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Do you hate Fullscreen? Then sign this petition please...


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#1 of 30 Scott Weinberg

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Posted February 07 2002 - 08:58 AM

http://www.petitiono...n/petition.html

Thanks.


#2 of 30 Patrick McCart

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Posted February 07 2002 - 09:18 AM

This should be non-OAR.

Fullscreen is the format used for correctly made transfers of movies such as Wizard of Oz, Gone With The Wind, and Citizen Kane and also for modified transfers of films that should be seen at 1.66, 1.85, 2.35, etc.

Fullscreen is ok when it's supposed to be 1.33:1 or lower. Bad if it is not.

#3 of 30 Scott Weinberg

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Posted February 07 2002 - 09:21 AM

Very good point, Patrick, but my impetus for writing up this petition was the release of Follow that Bird, so I was in the Fullscreen mindset.

It just irriates me when ANY movie is presented in FS only. Several people I've talked to say "So what? It's a Sesame Street movie!"

I simply canot understand this logic. I have friends who consider this one as beloved a film as The Muppet Movie.


#4 of 30 Jonathan

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Posted February 07 2002 - 01:02 PM

When a person says that a movie is in full screen I consider that to mean Pan & Scan. When I am talking about movies Like Gone With The Wind & Wizard of Oz I say Full Frame, because the Full Frame that was filmed is being seen. Where as to me Full Screen just means the screen is filled with picture. Or maybe I'm just weird?Posted Image
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#5 of 30 Patrick McCart

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Posted February 07 2002 - 01:31 PM

Of course, but we need to show the difference.

There's people who want widescreen, but they don't realize that 99.9% of the movies made before 1952 are 1.33:1 or lower and meant to be seen that way.

#6 of 30 Scott H

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Posted February 07 2002 - 05:22 PM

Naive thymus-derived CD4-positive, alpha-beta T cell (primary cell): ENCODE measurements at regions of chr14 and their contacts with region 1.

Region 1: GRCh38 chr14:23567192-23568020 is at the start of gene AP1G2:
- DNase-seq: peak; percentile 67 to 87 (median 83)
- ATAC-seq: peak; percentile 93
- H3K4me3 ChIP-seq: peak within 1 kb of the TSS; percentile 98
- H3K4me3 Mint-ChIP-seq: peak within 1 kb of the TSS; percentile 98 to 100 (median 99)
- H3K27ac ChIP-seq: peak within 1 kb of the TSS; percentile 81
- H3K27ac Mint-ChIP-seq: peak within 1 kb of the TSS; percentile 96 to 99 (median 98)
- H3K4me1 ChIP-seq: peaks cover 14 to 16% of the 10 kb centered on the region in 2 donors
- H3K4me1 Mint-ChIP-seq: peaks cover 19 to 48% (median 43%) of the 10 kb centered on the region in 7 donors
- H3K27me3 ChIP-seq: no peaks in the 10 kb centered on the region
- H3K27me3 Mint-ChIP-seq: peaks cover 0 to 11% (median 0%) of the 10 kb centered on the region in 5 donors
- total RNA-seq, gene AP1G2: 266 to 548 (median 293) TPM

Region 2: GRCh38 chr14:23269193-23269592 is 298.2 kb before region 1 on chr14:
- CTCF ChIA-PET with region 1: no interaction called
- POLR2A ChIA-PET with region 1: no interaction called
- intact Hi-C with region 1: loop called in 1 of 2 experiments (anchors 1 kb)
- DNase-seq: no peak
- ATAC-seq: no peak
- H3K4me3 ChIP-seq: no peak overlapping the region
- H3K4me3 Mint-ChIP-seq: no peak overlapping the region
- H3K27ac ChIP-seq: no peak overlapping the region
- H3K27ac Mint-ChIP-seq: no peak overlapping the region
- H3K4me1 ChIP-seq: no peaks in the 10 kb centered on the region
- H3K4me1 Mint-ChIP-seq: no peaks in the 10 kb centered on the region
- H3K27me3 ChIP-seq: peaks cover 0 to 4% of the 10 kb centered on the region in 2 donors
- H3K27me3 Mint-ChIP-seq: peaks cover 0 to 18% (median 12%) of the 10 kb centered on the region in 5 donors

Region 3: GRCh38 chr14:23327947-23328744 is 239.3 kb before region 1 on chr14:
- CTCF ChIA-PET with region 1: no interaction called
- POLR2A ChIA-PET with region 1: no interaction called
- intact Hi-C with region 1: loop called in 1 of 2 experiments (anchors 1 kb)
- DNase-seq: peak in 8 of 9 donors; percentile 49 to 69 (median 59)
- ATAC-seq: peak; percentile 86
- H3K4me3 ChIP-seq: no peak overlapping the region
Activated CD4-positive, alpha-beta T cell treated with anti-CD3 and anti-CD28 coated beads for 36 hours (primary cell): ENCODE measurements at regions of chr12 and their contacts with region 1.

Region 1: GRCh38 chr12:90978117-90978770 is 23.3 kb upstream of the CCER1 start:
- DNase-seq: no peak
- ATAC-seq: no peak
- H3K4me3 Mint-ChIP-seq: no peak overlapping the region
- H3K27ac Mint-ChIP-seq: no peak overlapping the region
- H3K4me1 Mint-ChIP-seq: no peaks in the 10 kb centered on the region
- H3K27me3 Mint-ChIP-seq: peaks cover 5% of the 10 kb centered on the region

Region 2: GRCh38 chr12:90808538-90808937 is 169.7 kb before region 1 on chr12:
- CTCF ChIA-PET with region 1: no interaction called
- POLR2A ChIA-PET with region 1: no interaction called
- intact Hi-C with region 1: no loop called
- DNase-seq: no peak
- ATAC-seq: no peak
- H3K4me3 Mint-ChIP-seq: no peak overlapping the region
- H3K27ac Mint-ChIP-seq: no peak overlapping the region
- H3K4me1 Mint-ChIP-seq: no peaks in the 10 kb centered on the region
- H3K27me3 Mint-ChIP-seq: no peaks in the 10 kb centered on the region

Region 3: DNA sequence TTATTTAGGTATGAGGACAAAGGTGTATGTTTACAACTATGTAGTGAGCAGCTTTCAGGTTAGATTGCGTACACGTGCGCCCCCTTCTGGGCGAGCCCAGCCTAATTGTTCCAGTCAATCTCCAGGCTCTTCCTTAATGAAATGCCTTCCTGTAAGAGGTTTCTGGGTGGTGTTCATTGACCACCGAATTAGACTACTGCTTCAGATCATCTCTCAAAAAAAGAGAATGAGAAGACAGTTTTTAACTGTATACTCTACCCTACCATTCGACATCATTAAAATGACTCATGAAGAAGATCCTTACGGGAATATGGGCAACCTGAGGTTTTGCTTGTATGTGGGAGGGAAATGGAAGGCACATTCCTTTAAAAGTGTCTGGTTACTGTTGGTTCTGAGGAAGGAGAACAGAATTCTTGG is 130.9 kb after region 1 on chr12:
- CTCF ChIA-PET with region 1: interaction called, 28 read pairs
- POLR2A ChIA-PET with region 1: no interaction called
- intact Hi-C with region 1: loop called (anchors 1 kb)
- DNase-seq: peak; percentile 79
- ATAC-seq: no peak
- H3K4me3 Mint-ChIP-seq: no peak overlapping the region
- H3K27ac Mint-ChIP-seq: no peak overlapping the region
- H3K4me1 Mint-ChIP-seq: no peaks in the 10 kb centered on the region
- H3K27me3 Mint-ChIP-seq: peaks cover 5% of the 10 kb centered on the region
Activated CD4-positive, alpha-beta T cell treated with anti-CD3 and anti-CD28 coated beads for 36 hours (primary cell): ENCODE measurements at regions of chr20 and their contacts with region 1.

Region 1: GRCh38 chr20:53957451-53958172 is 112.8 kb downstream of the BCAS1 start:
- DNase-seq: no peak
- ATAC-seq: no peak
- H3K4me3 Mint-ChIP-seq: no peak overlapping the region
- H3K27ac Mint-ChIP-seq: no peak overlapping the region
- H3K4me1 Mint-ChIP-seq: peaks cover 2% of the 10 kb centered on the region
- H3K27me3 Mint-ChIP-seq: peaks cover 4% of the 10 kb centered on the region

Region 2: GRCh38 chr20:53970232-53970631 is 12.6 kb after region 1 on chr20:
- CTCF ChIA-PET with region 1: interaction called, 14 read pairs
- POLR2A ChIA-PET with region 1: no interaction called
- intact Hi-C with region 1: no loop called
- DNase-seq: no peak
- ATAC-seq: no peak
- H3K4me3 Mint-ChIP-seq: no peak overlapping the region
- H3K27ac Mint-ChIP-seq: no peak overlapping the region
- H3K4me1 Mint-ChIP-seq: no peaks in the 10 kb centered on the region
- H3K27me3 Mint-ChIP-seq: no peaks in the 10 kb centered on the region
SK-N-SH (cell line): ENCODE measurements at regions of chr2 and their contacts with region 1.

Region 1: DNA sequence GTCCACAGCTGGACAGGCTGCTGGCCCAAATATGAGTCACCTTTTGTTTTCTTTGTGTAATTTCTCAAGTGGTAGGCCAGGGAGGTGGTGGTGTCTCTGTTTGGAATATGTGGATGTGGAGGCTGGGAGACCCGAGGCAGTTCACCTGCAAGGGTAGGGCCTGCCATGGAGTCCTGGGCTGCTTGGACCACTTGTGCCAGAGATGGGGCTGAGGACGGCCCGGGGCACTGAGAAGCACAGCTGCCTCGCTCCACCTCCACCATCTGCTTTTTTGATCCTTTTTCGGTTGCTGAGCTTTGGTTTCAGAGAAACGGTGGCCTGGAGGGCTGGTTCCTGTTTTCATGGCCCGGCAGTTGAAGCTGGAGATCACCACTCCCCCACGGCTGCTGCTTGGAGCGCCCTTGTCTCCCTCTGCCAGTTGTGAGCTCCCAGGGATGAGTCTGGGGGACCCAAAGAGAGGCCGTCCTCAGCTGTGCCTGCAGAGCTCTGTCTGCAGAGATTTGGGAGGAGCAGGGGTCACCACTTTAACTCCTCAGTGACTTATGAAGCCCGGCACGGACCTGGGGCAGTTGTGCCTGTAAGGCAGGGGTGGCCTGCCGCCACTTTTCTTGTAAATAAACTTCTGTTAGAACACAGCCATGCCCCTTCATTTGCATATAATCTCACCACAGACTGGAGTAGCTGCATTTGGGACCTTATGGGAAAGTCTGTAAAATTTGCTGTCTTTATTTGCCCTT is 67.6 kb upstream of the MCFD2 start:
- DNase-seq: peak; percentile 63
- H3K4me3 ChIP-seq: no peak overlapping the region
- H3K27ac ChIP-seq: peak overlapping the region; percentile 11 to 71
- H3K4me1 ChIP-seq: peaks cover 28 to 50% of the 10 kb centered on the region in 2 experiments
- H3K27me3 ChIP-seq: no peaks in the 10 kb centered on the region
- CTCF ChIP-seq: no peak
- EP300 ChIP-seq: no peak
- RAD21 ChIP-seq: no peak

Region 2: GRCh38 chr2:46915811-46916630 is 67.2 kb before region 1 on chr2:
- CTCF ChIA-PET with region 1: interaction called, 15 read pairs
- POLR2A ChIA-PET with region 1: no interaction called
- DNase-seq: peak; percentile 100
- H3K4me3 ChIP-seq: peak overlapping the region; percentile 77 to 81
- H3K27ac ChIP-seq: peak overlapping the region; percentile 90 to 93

Fullscreen means nothing to me. There is no negative connotation there. Fullscreen is often ideal, depending on the screen. Patrick's first post was right on, though I would add that in regards to TV fullscreen may also equal 1.78:1 (and 1.85:1) on 16:9 TVs.

Jonathan, for a 4:3 TV fullscreen means either P&S, open-matte, or OAR. Bad, still bad, or just right.
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#7 of 30 RobR

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Posted February 07 2002 - 05:33 PM

Quote:
....open-matte = still bad,....

Not if that's what the director intended.

#8 of 30 Jeff Ulmer

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Posted February 07 2002 - 05:55 PM

I want TAR, Theatrical Aspect Ratio. That can be anything from 1.33 to 2.5:1. However it was shown theatrically is what I want to see, and anamorphic at 1.66:1 or wider.

#9 of 30 Scott H

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Posted February 07 2002 - 05:57 PM

Quote:
...open-matte = still bad,.... Not if that's what the director intended.

Then it wouldn't be open-matte, it would be OAR. OAR can't equal open-matte since there would be no mattes to open.

Sure, to confuse matters, if the film was matted for theatrical exhibition but presented without those mattes on video, ala Kubrick, that is still OAR not really open-matte. We use open-matte in that instance to technically differentiate between the two presentations.
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#10 of 30 Scott H

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Posted February 07 2002 - 06:04 PM

Quote:
I want TAR, Theatrical Aspect Ratio. That can be anything from 1.33 to 2.5:1. However it was shown theatrically is what I want to see, and anamorphic at 1.66:1 or wider.

I don't. Take the two ARs you used as examples, neither can be projected on 35mm in the U.S. Per SMPTE 195 only the following ARs in U.S. 35mm projection: 1.37; 1.66; 1.85; and 2.39:1. I want OAR, which is how the film was composed.
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#11 of 30 Jeff Ulmer

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Posted February 07 2002 - 07:40 PM

There is no such thing as "can't be projected". I could project 1:1 if I wanted to or 10:1 on 35mm film. It would involve matting or windowboxing the image, but it still could be projected. My wish is for the ratio (or ratios) that was used theatrically to be represented on home video.

#12 of 30 Scott H

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Posted February 07 2002 - 08:16 PM

Quote:
There is no such thing as "can't be projected". I could project 1:1 if I wanted to or 10:1 on 35mm film.

Of course there is, in regards to commercial theatrical exhibition. I can compose a film with an OAR of whatever I wish. But it can only be projected at your AMC (or whatever chain) theater in one of the four aspect ratios I stated above because SMPTE has specified the standards for 35mm theatrical projection in the U.S. as such. Therefore, you may not have your film projected at 1.0:1 or 10.0:1 on 35mm at commercial theaters.

http://www.kodak.com..../pytlak2.shtml
http://www.thx.com/p.../guidelines.pdf